So, I would suggest we just start thinking about how does our mind—when working properly—how does our mind seem to accomplish miracles? They’re not really miracles, but they’re just the courage of people. Like in Classical music that we do in the Manhattan area—we give more and more attention to Classical musical composition and its performance on an international scale. And this is a power, because that kind of Classical musical composition, when understood effectively, is actually a force. A force which can defeat great enemies of mankind.

The Quality of Genius

Question: Good afternoon, Mr. LaRouche. This is Jessica from Brooklyn. I’m a teacher, as you and everyone here knows . . . My mom was a teacher, and she collected a lot of books and papers and stuff. In going through my mother’s teaching materials, I came across a book published in the early 1950s by Bertrand Russell. This book was on parenting and children. It shocked me that this book was around, and then when I thought about it, there are probably other things that the teachers were introduced to at that time . . . But parenting is not something that I think of Bertrand Russell as doing. He’s not a child psychiatrist or psychologist; he was not a teacher in a school system or anything like that.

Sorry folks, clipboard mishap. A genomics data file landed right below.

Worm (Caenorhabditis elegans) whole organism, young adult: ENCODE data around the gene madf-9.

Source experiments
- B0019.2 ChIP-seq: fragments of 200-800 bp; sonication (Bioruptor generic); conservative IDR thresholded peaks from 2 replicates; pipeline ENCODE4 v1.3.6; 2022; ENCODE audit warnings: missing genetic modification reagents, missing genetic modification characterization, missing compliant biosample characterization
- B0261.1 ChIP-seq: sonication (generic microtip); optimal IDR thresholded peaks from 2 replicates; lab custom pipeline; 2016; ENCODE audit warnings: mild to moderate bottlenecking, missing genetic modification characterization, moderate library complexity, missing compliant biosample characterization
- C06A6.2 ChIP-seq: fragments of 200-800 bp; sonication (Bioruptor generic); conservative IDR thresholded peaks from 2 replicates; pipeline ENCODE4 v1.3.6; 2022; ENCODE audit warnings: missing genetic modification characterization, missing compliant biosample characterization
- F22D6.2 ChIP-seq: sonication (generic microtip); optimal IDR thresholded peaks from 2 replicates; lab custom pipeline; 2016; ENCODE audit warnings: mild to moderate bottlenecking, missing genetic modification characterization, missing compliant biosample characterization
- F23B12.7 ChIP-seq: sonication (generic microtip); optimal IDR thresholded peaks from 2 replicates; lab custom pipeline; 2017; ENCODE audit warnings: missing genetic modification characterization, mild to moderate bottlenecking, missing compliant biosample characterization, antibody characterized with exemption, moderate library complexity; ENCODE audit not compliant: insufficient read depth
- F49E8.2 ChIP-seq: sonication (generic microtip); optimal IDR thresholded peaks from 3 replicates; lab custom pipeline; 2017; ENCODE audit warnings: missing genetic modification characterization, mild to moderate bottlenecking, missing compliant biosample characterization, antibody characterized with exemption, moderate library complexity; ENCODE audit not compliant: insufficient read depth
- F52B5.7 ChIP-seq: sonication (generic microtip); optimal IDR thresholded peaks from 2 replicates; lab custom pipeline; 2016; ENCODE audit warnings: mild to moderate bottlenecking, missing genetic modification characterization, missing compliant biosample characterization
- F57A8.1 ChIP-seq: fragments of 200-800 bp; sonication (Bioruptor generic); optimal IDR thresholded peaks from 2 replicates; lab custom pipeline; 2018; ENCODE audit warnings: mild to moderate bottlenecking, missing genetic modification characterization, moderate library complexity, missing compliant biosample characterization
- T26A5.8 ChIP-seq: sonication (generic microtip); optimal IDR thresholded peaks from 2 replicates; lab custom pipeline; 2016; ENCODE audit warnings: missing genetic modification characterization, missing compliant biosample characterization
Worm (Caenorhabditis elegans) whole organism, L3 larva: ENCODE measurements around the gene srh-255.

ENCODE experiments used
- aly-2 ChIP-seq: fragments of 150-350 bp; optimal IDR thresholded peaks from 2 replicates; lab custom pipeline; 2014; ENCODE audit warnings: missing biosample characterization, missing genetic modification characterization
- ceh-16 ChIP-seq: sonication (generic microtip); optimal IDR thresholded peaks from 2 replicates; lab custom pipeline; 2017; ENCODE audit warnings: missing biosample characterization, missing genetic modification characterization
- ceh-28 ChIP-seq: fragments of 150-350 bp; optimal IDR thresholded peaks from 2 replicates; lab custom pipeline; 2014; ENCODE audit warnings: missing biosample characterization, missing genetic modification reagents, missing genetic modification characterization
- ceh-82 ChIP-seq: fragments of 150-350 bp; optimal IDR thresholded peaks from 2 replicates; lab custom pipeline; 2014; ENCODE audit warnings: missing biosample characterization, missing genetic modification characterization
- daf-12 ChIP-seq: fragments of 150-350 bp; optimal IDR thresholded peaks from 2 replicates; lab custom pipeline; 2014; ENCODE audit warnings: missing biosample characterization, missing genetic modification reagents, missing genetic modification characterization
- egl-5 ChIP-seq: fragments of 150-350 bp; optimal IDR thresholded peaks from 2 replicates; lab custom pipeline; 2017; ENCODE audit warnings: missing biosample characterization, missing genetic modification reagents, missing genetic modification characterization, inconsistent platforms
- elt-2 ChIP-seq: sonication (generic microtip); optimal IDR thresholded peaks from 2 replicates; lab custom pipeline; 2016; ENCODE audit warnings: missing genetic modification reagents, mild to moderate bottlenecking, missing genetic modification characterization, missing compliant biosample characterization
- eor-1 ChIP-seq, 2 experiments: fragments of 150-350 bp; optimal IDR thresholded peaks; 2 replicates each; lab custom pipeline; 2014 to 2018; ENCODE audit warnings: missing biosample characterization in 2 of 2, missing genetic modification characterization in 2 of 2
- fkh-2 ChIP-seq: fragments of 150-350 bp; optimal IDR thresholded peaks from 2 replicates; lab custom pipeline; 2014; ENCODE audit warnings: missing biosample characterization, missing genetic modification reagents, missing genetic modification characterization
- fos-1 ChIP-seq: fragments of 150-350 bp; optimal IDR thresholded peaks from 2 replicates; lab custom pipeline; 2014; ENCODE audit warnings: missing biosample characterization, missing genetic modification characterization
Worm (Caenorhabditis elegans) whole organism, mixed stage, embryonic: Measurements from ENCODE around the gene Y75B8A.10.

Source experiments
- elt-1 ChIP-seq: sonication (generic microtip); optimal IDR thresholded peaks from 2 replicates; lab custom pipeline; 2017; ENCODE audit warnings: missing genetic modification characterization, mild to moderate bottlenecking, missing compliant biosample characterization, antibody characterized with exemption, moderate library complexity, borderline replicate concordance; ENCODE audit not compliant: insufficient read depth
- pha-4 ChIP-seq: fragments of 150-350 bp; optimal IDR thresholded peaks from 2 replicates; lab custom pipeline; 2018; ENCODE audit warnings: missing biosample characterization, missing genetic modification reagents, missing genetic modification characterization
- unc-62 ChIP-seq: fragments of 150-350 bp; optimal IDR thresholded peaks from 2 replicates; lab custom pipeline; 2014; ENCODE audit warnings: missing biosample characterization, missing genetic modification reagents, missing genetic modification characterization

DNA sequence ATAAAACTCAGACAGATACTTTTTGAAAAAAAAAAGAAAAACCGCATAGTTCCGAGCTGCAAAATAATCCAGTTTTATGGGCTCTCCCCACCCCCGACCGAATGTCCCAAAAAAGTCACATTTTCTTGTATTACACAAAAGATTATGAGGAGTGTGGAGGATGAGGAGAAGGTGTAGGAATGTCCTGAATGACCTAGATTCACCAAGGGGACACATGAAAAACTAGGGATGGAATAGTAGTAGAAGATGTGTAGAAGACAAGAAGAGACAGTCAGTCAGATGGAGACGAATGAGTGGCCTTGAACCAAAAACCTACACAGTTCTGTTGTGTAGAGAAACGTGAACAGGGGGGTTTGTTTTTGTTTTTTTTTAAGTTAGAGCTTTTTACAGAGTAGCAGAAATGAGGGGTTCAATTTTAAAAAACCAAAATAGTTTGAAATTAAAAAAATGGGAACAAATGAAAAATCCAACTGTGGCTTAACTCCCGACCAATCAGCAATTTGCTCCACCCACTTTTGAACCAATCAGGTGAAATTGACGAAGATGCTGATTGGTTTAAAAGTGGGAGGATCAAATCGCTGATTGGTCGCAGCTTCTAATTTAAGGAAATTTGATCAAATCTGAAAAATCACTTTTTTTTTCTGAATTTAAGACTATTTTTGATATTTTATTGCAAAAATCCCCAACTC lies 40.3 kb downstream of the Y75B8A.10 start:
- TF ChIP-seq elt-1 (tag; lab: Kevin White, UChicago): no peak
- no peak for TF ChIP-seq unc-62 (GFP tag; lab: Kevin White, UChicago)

Bertrand Russell here smiles upon victims attending his experimental school, Beacon Hill, founded in 1927.

One of the things that stood out—and that is totally opposite to what my mom used to do with me and my two sisters—was that it said that children should not be pushed and brow-beaten into careers that may be too difficult for them. And I thought about this and what’s going on in the school system now. We have a whole thing on career readiness, but the careers that this Common Core system is pushing on the children are, go to college—but they’re talking about community colleges. Get two years, that’s enough. You don’t have to get a bachelor’s degree; you don’t have to go four years . . . the aspiration to go to the higher level is kind of put down.

So, I would like you to comment on this; you once said that Bertrand Russell was the epitome of evil. And in reading this, where you don’t push your children into doing anything worthwhile, because it might be too hard for their little brains to understand,— I’d like you to comment on some of the things you said about Bertrand Russell.